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  #1   ^
Old Fri, Apr-27-18, 04:47
teaser's Avatar
teaser teaser is offline
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Default Oxidative stress makes difference between metabolically abnormal and healthy obesitie

Scientists at Osaka University clarified that deletion of adipose oxidative stress (Fat ROS) decreased lipid accumulation in the liver, clinically improving insulin resistance and inducing metabolically healthy obesity. In fact, Fat ROS suppressed lipid accumulation and increased ectopic lipid accumulation in the liver, worsening insulin resistance. Their research results were published in Diabetes on Wednesday, April 4, 2018.

In most people, obesity is caused by eating too much and moving too little. There are two types of obesity: metabolically abnormal obesity associated with insulin resistance and metabolic disorder and metabolically healthy obesity without these complicating disorders; however, the molecular mechanism behind this difference was unknown.

In 2004, a group of researchers led by Atsunori Fukuhara reported that oxidative stress increased in the obese adipose tissues. However, it was difficult to create a mouse model in which oxidative stress was manipulated to target adipocytes. So, the causal role of Fat ROS in obesity in vivo still remained unclear.

In their research, this group clarified the following: Fat ROS-eliminated mice, in which two antioxidant enzymes (Catalase and Sod1) were overexpressed in adipocytes using an adipocyte-specific aP2 promoter cassette, exhibited adipose expansion with decreased ectopic lipid accumulation and improved insulin sensitivity. Conversely, Fat ROS-augmented, Adipoq promoter-driven Cre transgenic mice, in which antioxidant substance glutathione was depleted specifically in adipocytes, exhibited restricted adipose expansion associated with increased ectopic lipid accumulation and deteriorated insulin sensitivity.

SREBF1 transcriptional activities were suppressed by oxidative stress, suppressing expression of lipogenic genes in adipocytes, which was found to be the underlying mechanism for suppression of de novo lipogenesis by oxidative stress.

It is expected that the results of this study will lead to the development of drugs targeting Fat ROS to induce healthy adipose expansion, which will lead to treatment of obese type 2 diabetes.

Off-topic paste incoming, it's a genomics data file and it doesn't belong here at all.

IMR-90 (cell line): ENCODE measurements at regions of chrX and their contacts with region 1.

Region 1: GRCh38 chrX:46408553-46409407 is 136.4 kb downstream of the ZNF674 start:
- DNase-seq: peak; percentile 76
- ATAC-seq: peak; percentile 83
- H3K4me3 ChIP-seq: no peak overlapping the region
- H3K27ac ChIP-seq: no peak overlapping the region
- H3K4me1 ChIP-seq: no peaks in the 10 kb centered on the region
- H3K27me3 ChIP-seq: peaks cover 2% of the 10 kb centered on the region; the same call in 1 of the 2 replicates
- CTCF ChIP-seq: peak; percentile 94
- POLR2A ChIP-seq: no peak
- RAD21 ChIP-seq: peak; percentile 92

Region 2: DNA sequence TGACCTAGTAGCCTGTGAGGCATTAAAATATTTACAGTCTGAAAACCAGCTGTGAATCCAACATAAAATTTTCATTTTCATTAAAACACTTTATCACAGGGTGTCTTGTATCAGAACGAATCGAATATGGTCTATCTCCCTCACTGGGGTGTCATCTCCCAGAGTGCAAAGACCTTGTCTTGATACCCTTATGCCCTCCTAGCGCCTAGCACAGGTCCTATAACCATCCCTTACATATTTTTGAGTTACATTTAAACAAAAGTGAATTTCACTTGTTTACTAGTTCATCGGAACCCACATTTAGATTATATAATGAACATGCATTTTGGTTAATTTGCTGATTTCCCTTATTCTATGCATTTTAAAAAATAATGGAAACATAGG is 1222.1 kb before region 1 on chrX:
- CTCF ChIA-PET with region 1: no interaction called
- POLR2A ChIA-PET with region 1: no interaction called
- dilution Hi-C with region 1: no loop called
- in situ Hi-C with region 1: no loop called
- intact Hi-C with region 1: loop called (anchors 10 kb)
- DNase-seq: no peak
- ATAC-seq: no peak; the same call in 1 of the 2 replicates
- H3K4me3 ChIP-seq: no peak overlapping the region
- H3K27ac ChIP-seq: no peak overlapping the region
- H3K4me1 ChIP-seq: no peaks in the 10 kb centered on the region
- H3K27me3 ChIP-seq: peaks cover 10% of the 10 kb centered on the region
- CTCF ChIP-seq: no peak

In most people, obesity is caused by eating too much and moving too little.

No article looking at those things that limit body fat accumulation besides "eating too much and moving too little" is complete without this mantra. Wouldn't want anybody to get the wrong idea. Even if this statement were true, beginning every press release or research article with a statement of faith is still questionable.

Legitimate area of research, but most people aren't looking for a way to make themselves fatter. Skinny fat? Maybe we can fix that. Maybe not the way you'd like. We maybe have enough ways to treat diabetes that increase obesity.
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  #2   ^
Old Fri, Apr-27-18, 10:09
M Levac M Levac is offline
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The eating too much and growing fat part, and the adipose expansion and ectopic lipid accumulation part, are not the same phenomenon.

Adipose expansion is fat tissue growth. Ectopic lipid accumulation is accumulation of lipid outside of adipose tissue, i.e. in muscle tissue for example.

Anyways, the mouse experiment with overexpression of antioxidants actually shows greater fat tissue growth, i.e. the mice grew fatter.

We have two obvious examples of this difference with the Jersey cows which are typically lean (little or no marbling), and the Angus cows which are typically fat (lots of marbling). When these two species are fattened before slaughter, marbling doesn't change, instead the degree of fat accumulation where there is already fat tissue increases. So, in the Jersey cows, most excess fat accumulation occurs outside muscles with muscles remaining relatively lean, in the Angus cows marbling becomes thicker and there's more fat outside muscles as well just like in the Jersey cows.

So how are they fattened? We force them to sit on the couch and watch TV all day and night, right? Har har. But seriously, we feed them grains, mostly corn and wheat. We don't force-feed them (i.e. eat too much), we just change their diet.

How it applies to humans, because it does apply to humans at least conceptually. Our fat tissue grows bigger from excess antioxidants, but at least ectopic lipid accumulation isn't a problem, so we're healthy-obese (as absurd as that sounds). Or, our fat tissue doesn't grow (cuz we breathe in lots and lots of oxygen with our lungs, cuz that's what they're there for, ya?), instead ectopic lipid accumulation spreads (cuz breathing in lots and lots of oxygen with our lungs is a bad thing apparently, that's how we get punished for it, doh!).

What they actually meant to say:
It is expected that the results of this study will lead to the development of drugs targeting Fat ROS to induce healthy adipose expansion make people fatter, which will lead to treatment of obese type 2 diabetes.
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